As he marched towards the Hanover Walmart this morning, former SEIU organizer Stephen Lerner credited the campaign with showing that workers, through strategic use of strikes, “can engage in actions that both make them feel powerful and that impact the company, and they don’t need to just spend their life waiting for some [National Labor Relations Board] process to demonstrate they want a union.” Lerner, the architect of the Justice for Janitors campaign, added, “What they’re really showing is, they’re acting like a union.” By 9 pm EST Friday, the day’s last major action, a picket in San Leandro, California, with a dragon puppet and a “brass liberation band,” had come to a close. The three workers who’d been arrested in the afternoon had made it safely home. Tomorrow, the Walmart strikers are headed back to work, with at least one exception: a San Leandro worker who wanted to strike but was scheduled for days off on Thursday and Friday. She’ll be striking tomorrow.

-Barbara Ehrenreich, in “Made to Order”, an essay in the anthology Global Woman: Nannies, Maids and Sex Workers in the New Economy, co-edited with Arlie Russell Hochschild. 

Relevant to an argument I just had on Twitter about “disruptive” protest at Walmart in supposed solidarity with the Black Friday strikes. Picket, protest, march and rally all you want, hold a sit-in, but please, before you do things like deliberately create a mess in the store or leave a full cart in the checkout line, consider who’s going to have to clean up the mess that you make. It’s not going to be Rob Walton or any of the other multibillionaires. It won’t even be the assistant manager. It’ll be the same low-wage worker who maybe wanted to go on strike but wasn’t quite convinced, or who was threatened by their boss, who’s working an extra-long shift on the worst shopping day of the year.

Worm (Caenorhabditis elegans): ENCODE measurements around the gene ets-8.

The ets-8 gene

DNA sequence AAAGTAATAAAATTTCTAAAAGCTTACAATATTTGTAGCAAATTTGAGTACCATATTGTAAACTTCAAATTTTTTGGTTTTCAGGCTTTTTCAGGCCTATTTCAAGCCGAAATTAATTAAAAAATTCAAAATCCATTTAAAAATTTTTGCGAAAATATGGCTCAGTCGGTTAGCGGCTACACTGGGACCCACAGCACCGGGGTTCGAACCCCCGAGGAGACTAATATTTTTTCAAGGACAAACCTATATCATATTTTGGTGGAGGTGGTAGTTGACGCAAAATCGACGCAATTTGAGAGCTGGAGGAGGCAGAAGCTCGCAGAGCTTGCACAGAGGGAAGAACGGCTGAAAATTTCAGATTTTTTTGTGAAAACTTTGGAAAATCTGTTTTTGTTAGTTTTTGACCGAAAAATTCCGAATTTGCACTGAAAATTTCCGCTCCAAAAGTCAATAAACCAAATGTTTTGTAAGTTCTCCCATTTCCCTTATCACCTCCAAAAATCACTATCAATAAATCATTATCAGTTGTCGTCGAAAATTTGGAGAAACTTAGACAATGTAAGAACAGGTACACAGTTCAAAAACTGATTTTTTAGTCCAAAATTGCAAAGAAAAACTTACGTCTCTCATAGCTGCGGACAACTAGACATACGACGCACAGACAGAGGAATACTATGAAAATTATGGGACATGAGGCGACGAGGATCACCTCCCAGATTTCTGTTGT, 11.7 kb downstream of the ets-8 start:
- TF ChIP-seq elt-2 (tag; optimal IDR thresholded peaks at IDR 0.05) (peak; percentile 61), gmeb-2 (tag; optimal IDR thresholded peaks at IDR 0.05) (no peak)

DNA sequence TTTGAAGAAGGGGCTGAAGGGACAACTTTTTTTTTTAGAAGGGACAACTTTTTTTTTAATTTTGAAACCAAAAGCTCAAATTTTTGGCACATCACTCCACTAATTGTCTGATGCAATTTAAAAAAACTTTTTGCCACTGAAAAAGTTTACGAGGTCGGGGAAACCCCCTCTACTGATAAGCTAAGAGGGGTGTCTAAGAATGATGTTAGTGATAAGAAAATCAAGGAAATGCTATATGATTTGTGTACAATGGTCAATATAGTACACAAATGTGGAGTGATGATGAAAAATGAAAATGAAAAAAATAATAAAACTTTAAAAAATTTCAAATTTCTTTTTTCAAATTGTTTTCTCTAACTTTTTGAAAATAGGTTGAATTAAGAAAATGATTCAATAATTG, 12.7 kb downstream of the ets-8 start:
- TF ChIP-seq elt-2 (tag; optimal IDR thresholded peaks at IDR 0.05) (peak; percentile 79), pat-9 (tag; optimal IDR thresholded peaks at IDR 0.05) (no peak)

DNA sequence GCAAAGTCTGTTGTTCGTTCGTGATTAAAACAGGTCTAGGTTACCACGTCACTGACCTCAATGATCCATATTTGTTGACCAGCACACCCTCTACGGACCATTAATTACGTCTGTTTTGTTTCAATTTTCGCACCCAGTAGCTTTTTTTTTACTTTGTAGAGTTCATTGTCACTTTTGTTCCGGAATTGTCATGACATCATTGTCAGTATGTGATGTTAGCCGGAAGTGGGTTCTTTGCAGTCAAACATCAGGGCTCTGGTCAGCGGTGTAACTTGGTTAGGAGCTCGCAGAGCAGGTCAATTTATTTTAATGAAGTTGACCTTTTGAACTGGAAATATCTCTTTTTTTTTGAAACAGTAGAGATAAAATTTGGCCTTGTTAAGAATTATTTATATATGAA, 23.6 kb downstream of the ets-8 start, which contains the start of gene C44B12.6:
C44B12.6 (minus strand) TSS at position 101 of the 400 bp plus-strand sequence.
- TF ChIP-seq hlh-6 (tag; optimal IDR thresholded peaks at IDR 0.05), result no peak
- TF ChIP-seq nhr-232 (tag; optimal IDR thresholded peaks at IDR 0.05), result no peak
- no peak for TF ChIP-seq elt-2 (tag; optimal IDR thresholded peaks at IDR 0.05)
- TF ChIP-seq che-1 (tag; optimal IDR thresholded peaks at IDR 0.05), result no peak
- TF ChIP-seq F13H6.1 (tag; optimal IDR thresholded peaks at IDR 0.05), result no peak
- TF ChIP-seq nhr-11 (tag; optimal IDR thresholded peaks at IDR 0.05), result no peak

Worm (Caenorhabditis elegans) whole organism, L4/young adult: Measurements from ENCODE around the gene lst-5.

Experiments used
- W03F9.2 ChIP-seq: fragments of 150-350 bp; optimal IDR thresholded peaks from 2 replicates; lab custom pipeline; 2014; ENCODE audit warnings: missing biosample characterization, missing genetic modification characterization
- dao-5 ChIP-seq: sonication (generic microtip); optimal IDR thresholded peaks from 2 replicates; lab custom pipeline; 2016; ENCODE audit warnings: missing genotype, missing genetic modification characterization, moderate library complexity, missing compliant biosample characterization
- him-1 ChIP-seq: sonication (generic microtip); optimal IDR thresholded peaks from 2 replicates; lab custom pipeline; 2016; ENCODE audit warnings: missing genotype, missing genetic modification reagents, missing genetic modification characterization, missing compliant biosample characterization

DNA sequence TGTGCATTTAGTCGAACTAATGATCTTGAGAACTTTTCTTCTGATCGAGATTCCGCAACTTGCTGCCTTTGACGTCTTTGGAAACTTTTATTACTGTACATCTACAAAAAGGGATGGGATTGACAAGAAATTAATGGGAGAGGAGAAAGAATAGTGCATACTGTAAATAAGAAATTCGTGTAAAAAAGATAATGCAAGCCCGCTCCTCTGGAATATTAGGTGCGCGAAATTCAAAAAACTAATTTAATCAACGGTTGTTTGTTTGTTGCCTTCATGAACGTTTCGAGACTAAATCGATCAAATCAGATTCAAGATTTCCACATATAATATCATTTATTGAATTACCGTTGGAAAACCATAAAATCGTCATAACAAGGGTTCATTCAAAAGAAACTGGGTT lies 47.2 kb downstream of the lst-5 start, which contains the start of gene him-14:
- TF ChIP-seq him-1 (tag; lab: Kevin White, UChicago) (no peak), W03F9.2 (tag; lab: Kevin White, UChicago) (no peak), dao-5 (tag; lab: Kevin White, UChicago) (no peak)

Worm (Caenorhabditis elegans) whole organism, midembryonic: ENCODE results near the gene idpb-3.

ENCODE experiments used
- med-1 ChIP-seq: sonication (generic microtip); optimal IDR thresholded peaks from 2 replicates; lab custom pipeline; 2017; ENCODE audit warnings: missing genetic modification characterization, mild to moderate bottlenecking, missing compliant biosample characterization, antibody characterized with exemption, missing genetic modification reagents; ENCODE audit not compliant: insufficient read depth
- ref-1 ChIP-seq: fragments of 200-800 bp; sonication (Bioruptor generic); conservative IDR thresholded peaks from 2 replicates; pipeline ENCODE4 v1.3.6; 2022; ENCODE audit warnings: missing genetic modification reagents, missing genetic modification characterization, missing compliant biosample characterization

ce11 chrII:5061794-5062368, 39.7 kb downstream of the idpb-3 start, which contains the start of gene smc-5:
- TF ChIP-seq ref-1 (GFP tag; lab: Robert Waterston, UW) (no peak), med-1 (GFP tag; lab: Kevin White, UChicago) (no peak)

Solidarity doesn’t mean you decide for yourself what is best for the workers. It means showing up in the ways they need and want you to and letting them decide how to build worker power. 

Posted at 3:45pm and tagged with: classwar, walmart, labor, protest,.

To make a mess that another person will have to deal with—the dropped socks, the toothpaste sprayed on the bathroom mirror, the dirty dishes left from a late-night snack—is to exert domination in one of its more silent and intimate forms.

Walmart rattled by growing unrest ahead of Black Friday’s strike | Sarah Jaffe | Comment is free | guardian.co.uk

I wrote a piece for the Guardian placing the Walmart strikes into the larger context of American low wages and worker intimidation. 

Posted at 10:05am and tagged with: classwar, walmart, strikes, labor, organizing,.

Would people be so desperate for bargain shopping at already dirt-cheap places like Walmart if they themselves were making a decent living?


This year, Black Friday at Walmarts around the country will be marked by something other than just ultra-low prices. Workers, members of a labor union-backed organization called Organization United for Respect at Walmart (Our Walmart) will be striking and, along with their allies, holding rallies and actions to support the effort. Walmart has managed to go 50 years without a strike; many unions have tried and failed to organize workers. But in just a month and a half, the strikes have spread to stores across 12 cities, and Walmart is worried: the company has filed an unfair labor practices charge with the National Labor Relations Board.